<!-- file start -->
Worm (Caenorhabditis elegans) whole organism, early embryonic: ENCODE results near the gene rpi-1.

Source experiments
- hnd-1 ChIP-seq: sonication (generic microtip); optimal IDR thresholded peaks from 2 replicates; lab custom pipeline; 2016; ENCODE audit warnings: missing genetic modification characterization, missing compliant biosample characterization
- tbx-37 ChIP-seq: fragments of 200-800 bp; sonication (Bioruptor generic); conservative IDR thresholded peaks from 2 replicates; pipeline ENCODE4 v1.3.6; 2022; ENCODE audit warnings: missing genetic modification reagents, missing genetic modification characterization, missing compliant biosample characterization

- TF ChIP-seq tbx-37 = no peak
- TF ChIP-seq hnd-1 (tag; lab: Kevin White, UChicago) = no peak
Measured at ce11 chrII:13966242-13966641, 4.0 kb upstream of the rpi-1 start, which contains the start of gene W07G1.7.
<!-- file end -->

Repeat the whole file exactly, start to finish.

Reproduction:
Worm (Caenorhabditis elegans) whole organism, early embryonic: ENCODE results near the gene rpi-1.

Source experiments
- hnd-1 ChIP-seq: sonication (generic microtip); optimal IDR thresholded peaks from 2 replicates; lab custom pipeline; 2016; ENCODE audit warnings: missing genetic modification characterization, missing compliant biosample characterization
- tbx-37 ChIP-seq: fragments of 200-800 bp; sonication (Bioruptor generic); conservative IDR thresholded peaks from 2 replicates; pipeline ENCODE4 v1.3.6; 2022; ENCODE audit warnings: missing genetic modification reagents, missing genetic modification characterization, missing compliant biosample characterization

- TF ChIP-seq tbx-37 = no peak
- TF ChIP-seq hnd-1 (tag; lab: Kevin White, UChicago) = no peak
Measured at ce11 chrII:13966242-13966641, 4.0 kb upstream of the rpi-1 start, which contains the start of gene W07G1.7.